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#226 Exploring the association between different mismatch repair deficient phenotypes and prognostic factors in endometrial cancer: a descriptive analysis
  1. Ilaria Capasso,
  2. Simona Duranti,
  3. Camilla Nero,
  4. Damiano Arciuolo,
  5. Diana Giannarelli,
  6. Giorgia Dinoi,
  7. Emanuele Perrone,
  8. Emilia Palmieri,
  9. Giovanni Scambia,
  10. Domenica Lorusso and
  11. Francesco Fanfani
  1. Fondazione Policlinico Universitario Agostino Gemelli, Rome, Italy


Introduction/Background Mismatch repair deficiency (MMRd) accounts for 20–30% of all endometrial cancers (EC). MMRd ECs are characterized by the loss of at least one of the MMR proteins (MLH1/PMS2/MSH2/MSH6) at immunohistochemistry (IHC), with MLH1-PMS2 and MSH2-MSH6 loss occurring mostly as heterodimers. The MMRd group has been associated with a good-intermediate prognosis. However, the value of the different MMR loss patterns has not been explored. We aim at characterizing how MMRd protein expression patterns are associated with clinicopathological data.

Methodology Clinicopathological data from surgically staged EC patients have been retrospectively collected, with MMR status/p53 mutational status/estrogen receptors status (ER)/progesterone receptors status (PR) being evaluated by IHC. The population was divided into three cohorts: loss of MLH1, PMS2 or both (MLH1/PMS2 group); loss of MSH2, MSH6 or both (MSH2/MSH6 group); positive IHC staining for MLH1, PMS2, MSH2 and MSH6 (MMR-proficient group, MMRp).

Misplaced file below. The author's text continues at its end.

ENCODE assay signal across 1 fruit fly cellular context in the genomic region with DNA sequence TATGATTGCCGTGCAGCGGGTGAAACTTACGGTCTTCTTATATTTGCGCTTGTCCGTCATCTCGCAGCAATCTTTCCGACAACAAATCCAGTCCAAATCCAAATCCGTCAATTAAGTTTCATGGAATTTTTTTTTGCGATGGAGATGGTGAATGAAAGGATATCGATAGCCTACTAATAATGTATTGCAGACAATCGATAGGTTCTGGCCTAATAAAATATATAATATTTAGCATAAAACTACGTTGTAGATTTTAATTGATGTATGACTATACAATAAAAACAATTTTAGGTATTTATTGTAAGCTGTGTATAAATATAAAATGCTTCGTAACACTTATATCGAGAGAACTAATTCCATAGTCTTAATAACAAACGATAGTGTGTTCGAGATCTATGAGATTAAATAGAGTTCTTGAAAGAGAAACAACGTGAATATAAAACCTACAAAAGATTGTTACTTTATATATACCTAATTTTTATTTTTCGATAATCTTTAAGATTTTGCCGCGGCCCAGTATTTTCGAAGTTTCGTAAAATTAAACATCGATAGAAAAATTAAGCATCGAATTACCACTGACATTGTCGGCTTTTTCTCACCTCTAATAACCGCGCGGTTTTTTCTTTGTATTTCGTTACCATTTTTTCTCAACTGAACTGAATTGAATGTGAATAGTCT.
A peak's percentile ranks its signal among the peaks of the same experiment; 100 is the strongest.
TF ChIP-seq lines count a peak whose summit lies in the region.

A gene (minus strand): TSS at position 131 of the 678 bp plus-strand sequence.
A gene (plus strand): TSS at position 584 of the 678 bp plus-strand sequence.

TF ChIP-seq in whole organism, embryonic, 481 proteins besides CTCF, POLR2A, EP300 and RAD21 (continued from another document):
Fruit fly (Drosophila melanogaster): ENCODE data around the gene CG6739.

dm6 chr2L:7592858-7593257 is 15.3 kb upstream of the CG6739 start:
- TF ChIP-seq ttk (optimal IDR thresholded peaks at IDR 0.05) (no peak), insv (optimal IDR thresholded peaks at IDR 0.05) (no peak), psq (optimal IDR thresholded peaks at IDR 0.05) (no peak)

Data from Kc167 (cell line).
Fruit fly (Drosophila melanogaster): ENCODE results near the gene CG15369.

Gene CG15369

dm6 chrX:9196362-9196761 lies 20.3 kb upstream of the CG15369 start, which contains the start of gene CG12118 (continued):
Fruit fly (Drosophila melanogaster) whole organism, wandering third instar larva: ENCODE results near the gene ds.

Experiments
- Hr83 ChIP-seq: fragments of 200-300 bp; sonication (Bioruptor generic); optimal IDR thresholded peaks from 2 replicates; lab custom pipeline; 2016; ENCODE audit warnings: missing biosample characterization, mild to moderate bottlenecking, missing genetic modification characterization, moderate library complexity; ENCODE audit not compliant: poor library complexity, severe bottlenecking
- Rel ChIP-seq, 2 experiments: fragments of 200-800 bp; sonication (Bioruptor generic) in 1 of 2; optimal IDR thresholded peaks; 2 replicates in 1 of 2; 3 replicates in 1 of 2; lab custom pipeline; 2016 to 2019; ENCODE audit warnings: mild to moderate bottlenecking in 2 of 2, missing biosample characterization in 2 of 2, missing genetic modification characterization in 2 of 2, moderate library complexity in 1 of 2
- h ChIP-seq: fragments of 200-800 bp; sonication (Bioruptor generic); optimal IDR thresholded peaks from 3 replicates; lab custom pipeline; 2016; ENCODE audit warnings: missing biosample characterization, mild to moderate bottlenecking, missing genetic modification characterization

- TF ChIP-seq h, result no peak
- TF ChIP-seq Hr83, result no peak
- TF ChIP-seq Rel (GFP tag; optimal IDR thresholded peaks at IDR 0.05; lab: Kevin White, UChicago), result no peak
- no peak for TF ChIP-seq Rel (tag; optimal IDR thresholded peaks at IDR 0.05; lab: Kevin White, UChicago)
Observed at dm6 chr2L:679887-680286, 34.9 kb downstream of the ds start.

Results Data from 1451 EC patients were analyzed. We identified 1075 cases (74.1%) with MMRp EC, and 376 (25.9%) with MMRd EC. Among the latter group, we observed 314 (21.6%) patients with MLH1, or PMS2, or MLH1 and PMS2 negative (MLH1/PMS2 group), and 62 (4.3%) patients negative for MSH2, or MSH6, or for both proteins (MSH2/MSH6 group). The MLH1/PMS2 cohort was older (p<0.001), with a higher BMI (p<0.001) and a trend toward a higher presence of nodal involvement (p=0.05) compared to MSH2/MSH6 patients. MSH2/MSH6 patients displayed a higher concurrent p53 mutational rate (p=0.016). When compared with the group of MMRp, MLH1/PMS2 had an increased rate of FIGO stage IIIC1 and IIIC2 (p=0.001), nodal involvement (p<0.001), lymphovascular space invasion (p=0.007), deeper myometrial invasion (p=0.002), and larger tumor dimensions (p=0.002). Comparison for the same pathological features between the MSH2/MSH6 and MMRp groups did not detect any difference.

Conclusion The MMRd MLH1/PMS2 pattern is associated to higher risk clinicopathological features compared to the MHS2/MSH6 counterpart.

Disclosures None

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